External evaluation with unknown or T-spoligotype isolatesa


In this report, we evaluate the first multifunctional Web-based database for the combined analysis of bacterial genotyping data obtained by up to five different typing methods (although reference IS6110 RFLP patterns are provided only for visual comparison). This tool allows the genotype/phylogenetic lineage classification of MTBC isolates online by comparison with a reference strain collection covering the primary branches of this bacterial complex, as defined by LSP analysis (5, 13) and the global distribution of spoligotype families in SpolDB4 (7). All the reference strains have been characterized by quality-controlled, state-of-the-art 24-locus MIRU-VNTR typing and spoligotyping, which together tend to replace IS6110 RFLP as the internationally standardized gold standard for molecular epidemiological studies (1, 29, 38). These strains have additionally been characterized by the use of reference SNP and LSP markers, which collectively ensures their accurate MTBC “species” and lineage identification (5, 13, 14, 27).

We have chosen to construct this reference database in a closed format; i.e., users can freely submit their genotypes for identification, but these genotypes are not added to the reference database. This simplifies maintenance of the database by the authors and ensures the reliability of the reference data set by avoiding the need to curate externally submitted data.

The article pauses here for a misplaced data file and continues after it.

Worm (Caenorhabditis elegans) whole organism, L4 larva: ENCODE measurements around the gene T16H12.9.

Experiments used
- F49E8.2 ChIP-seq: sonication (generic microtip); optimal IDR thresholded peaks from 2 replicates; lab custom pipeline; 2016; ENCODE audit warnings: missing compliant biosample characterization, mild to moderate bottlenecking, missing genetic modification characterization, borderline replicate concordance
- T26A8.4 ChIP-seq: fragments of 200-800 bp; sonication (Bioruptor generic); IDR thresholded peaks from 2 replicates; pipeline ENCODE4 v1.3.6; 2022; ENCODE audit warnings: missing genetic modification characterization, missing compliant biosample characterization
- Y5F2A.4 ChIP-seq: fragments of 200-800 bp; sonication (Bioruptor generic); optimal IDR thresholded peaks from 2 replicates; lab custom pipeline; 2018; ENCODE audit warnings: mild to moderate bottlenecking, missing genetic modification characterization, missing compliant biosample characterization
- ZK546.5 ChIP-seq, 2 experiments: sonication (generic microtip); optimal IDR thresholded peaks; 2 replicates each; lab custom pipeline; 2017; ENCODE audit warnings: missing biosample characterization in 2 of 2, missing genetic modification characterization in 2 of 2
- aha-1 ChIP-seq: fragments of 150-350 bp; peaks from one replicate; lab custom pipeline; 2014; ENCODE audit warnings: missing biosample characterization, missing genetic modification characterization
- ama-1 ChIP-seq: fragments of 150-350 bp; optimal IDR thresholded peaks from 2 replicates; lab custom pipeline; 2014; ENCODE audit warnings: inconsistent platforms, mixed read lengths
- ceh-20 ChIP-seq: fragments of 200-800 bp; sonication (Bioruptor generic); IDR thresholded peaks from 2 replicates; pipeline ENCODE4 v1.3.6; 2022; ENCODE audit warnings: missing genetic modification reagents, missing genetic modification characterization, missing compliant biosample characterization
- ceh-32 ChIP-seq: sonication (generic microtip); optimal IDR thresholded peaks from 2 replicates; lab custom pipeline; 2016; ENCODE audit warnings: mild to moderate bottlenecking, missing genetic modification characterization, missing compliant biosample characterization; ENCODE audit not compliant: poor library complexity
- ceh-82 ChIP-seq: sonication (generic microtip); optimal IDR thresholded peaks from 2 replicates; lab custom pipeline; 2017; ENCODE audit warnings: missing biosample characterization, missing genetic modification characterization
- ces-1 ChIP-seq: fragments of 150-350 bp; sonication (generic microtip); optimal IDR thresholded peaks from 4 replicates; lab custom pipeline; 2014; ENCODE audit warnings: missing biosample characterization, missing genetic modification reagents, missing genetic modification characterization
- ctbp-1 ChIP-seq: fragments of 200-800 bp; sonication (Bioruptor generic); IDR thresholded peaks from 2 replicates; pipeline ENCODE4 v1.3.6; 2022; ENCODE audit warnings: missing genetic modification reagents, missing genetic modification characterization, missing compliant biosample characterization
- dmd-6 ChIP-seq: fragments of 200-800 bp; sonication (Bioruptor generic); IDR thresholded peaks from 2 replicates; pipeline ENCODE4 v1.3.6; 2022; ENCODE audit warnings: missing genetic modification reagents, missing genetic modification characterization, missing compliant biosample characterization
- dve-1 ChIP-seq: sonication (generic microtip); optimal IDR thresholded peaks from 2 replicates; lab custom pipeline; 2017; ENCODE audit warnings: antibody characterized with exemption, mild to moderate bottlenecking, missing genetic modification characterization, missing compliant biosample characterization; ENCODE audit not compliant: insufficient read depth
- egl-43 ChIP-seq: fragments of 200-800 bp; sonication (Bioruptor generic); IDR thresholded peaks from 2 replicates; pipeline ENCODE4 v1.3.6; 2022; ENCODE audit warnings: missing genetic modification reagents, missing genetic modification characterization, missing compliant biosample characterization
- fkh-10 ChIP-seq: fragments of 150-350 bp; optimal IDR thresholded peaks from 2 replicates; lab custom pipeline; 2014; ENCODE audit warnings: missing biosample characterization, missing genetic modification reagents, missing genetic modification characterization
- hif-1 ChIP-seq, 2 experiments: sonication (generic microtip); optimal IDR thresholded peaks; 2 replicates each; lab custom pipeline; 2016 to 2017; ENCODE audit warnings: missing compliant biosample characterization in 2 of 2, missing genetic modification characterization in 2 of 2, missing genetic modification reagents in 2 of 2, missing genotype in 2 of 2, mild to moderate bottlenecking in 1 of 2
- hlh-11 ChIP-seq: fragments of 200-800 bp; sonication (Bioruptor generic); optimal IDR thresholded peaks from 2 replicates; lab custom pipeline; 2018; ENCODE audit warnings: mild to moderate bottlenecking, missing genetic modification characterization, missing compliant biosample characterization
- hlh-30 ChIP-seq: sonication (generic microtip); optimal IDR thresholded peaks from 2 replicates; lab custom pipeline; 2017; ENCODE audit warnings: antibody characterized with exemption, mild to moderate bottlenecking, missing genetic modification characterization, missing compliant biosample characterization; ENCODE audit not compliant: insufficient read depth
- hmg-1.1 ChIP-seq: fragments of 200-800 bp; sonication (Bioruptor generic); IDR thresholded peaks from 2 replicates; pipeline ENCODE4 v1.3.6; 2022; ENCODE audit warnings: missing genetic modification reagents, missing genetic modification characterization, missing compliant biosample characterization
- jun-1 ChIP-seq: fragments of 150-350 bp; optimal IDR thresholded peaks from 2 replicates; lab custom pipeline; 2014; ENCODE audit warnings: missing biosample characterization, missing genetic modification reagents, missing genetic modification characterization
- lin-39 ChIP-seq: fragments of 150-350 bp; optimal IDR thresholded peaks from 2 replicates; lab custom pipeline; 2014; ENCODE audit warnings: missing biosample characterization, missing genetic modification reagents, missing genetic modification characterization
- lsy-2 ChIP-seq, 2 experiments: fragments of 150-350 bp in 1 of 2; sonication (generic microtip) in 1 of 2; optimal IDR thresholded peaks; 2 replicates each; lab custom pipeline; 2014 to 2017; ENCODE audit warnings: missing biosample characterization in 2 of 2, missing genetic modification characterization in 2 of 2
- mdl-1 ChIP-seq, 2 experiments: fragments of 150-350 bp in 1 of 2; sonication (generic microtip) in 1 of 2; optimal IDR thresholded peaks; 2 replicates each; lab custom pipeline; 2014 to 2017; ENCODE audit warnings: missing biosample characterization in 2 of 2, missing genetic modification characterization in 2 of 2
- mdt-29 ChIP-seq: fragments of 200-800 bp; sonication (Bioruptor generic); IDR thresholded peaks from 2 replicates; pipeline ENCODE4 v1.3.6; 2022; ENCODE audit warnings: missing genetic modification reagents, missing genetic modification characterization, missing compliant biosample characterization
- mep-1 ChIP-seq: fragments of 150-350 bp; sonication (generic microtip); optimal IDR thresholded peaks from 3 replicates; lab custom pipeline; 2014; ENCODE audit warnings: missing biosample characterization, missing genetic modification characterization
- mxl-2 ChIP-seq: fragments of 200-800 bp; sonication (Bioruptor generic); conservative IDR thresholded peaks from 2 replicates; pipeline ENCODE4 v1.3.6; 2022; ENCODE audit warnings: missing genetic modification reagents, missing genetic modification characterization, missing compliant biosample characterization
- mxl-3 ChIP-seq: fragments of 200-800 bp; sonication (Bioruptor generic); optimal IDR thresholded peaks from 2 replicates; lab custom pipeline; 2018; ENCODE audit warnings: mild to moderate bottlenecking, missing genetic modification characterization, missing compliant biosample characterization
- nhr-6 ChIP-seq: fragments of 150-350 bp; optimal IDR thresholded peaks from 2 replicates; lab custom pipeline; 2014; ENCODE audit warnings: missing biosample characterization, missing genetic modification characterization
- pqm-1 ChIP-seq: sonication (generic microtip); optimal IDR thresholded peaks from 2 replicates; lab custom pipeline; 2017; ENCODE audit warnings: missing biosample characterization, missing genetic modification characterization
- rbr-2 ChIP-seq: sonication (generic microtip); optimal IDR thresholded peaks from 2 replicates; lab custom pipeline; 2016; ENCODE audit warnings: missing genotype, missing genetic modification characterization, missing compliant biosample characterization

The database distinctively offers user-friendly interfaces, tutorials and help, and multiple convenient tools for clustering and phylogenetic analysis of users' isolates as well as for data import and export. In all analysis modes, the database can be used to visualize supplementary information, in addition to primary genotyping profiles, which can guide additional analyses (e.g., by using lineage-specific LSPs) to confirm the initial classification, if necessary. Therefore, the use of this database provides many functionalities of expensive commercial software packages such as the Bionumerics package beyond just the classical report of matching “genotype” codes. Nevertheless, it also includes functionality for automated online SpolDB4-based spoligotype sequence type and spoligotype clade assignation, as well as for MIRU-VNTRplus database-based MIRU-VNTR type codification. This standardized MIRU-VNTR type classification relies on the juxtaposition of two codes, corresponding to types based on 15 more discriminatory loci and 9 ancillary loci, respectively. This dual-code scheme thus accommodates the classification in a single system of genotypes obtained with either the 15-locus-based discriminatory subset or the complete 24-locus format (38). In addition, this codification system leaves the door open for the inclusion of an additional code based on a few other MIRU-VNTR loci that may prove specifically necessary for the discrimination of M. bovis strains (2, 33) and, perhaps, W/Beijing strains (18, 28, 49).